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John Burnett Orchestra: Down For Double (2011)

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John Burnett Orchestra: Down For Double How we rate: our writers tend to review music they like within their preferred genres.

The John Burnett Orchestra is a formidable swing band because, while there's undoubted reverence in their evocations of the era, that reverence is tempered by sparks of originality. Indeed, the tight-but-loose thing which summarizes its collective sound is now pretty hard to come by, which makes this release a cause for celebration.

When the band's joined by clarinetist Buddy DeFranco
Buddy DeFranco
Buddy DeFranco
b.1923
clarinet
on the warhorse that is "Sing Sing Sing" it's impossible to keep from smiling in view of how the balance between the reverential and the life-affirming is finely struck. In terms of dynamics there isn't much that's truly striking going on, but that's not the point. This is a band which chews up the charts, even while it doesn't go in for the kind of all-out bombast that would bring the house down for all the wrong reasons. Throw in solos by DeFranco and tenor saxophonist Frank Catalano
Frank Catalano
Frank Catalano

sax, tenor
, and the result is a heady brew.

The group's take on Duke Ellington
Duke Ellington
Duke Ellington
1899 - 1974
piano
's "Cotton Tail" strikes a fine balance again, despite inevitably failing to scale the same heights of the original. This is no one's fault, but, rather, a testament to the inimitable and indefinable nature of Ellington's music.

A similarly indefinable thing applies to anything that the Count Basie
Count Basie
Count Basie
1904 - 1984
piano
band laid down for posterity, causing readings of "The Heat's On," "One O'clock Jump" and the title track to lose out by comparison. Still, this is a band which knows the swing idiom inside out, ensuring that it generates enough momentum on "One O'Clock Jump" to carry itself into the White House.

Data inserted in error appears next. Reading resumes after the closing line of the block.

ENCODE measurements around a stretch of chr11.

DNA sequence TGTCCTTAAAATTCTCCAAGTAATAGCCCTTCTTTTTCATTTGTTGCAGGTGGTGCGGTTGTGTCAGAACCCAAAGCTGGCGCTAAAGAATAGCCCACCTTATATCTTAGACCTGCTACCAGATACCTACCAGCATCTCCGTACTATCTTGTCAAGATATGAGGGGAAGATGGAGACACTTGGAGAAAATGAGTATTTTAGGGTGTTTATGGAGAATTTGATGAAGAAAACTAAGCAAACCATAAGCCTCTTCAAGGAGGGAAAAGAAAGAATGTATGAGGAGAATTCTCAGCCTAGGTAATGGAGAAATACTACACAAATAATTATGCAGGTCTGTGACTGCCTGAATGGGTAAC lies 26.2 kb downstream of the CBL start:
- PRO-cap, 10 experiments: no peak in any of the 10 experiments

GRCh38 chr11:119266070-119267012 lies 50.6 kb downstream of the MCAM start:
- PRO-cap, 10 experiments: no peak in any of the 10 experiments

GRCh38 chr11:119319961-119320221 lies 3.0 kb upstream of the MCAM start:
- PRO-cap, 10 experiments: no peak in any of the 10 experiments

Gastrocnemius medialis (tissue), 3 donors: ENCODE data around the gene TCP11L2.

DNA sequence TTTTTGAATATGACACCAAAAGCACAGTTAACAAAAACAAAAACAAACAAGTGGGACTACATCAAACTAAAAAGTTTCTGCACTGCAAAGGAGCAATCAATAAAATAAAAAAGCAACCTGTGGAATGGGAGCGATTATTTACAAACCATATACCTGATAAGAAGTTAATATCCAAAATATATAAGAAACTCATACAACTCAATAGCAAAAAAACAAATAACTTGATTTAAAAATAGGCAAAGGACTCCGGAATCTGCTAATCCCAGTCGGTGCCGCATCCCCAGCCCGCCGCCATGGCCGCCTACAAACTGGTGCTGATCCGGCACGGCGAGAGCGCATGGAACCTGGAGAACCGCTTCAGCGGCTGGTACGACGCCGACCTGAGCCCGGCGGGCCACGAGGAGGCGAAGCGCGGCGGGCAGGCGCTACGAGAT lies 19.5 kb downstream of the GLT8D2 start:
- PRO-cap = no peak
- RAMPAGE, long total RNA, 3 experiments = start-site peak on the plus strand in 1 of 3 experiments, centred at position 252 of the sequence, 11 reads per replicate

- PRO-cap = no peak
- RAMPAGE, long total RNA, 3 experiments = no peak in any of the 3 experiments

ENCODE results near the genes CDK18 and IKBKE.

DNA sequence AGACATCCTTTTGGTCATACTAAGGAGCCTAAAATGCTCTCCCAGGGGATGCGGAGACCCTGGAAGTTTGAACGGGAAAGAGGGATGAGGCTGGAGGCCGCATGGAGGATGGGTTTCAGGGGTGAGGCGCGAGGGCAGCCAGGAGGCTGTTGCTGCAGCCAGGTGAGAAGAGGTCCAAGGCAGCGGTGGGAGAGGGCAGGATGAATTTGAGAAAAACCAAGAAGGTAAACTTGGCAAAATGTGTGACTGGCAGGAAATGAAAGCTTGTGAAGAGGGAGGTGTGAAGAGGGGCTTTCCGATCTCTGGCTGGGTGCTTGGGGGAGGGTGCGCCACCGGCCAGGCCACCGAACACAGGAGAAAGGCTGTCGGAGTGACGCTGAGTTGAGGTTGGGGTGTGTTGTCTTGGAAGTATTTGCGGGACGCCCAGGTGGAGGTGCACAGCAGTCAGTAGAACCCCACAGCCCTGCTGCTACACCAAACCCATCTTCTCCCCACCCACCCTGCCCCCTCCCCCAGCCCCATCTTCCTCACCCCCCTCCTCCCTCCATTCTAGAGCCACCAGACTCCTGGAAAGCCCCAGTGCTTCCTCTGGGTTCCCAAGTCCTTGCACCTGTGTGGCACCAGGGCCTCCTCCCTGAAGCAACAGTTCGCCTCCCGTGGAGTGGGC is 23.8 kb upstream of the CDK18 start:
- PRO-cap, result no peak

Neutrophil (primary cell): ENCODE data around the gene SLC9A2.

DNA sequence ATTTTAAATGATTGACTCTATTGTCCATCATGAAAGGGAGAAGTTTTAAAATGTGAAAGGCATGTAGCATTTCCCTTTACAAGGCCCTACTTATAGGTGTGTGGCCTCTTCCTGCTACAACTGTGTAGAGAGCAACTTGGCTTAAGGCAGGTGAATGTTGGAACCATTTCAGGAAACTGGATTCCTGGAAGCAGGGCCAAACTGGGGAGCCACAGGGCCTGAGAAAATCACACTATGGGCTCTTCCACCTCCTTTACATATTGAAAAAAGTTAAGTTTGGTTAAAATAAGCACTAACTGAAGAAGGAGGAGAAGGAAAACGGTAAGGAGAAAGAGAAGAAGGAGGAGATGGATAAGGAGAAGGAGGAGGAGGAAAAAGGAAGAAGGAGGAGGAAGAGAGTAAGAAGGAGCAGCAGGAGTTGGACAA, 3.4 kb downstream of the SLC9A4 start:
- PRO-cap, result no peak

"Wind Machine" is another Basie tribute which hits the spot, thanks in no small part to a tenor sax solo from Lennie Roberts and the work of drummer Bill Byan, who appropriately evokes the spirit of Sonny Payne
Sonny Payne
b.1926
.

Ellingtonia is the order of the day again on "In a Mellow Tone," which finds the reeds sounding particularly creamy, even while proceedings are underscored by a measure of grease to keep things easy.

On a practical point it should be noted that the personnel provided here is for the band's current lineup. It's listed in the accompanying booklet, but isn't properly reflective of the artists actually performing on the disc.

Track Listing: In The Mood; In a Mellow Tone; Basically Blues; The Heat's On; Down For Double; One O'clock Jump; Wind Machine; West Side Story; Cottontail; Sing Sing Sing; Out of Nowhere; The Blues.

Personnel: Terry Connell: trumpet; Mike McGrath: trumpet; Doug Scharf: trumpet; Scott Wagstaff: trumpet; Adam Gross: trombone; Russ Phillips: trombone; Dana Legg: trombone; Bill Walsh: bass trombone; Bob Frankich: alto sax; Justin May: alto sax; Mark Colby: tenor sax; David Kublank: tenor sax; Bruce Mack: baritone sax; Frank Caruso: piano; Paul Martin: bass; Bill Byan: drums; Buddy DeFranco: clarinet.

Record Label: Delmark Records

Style: Big Band


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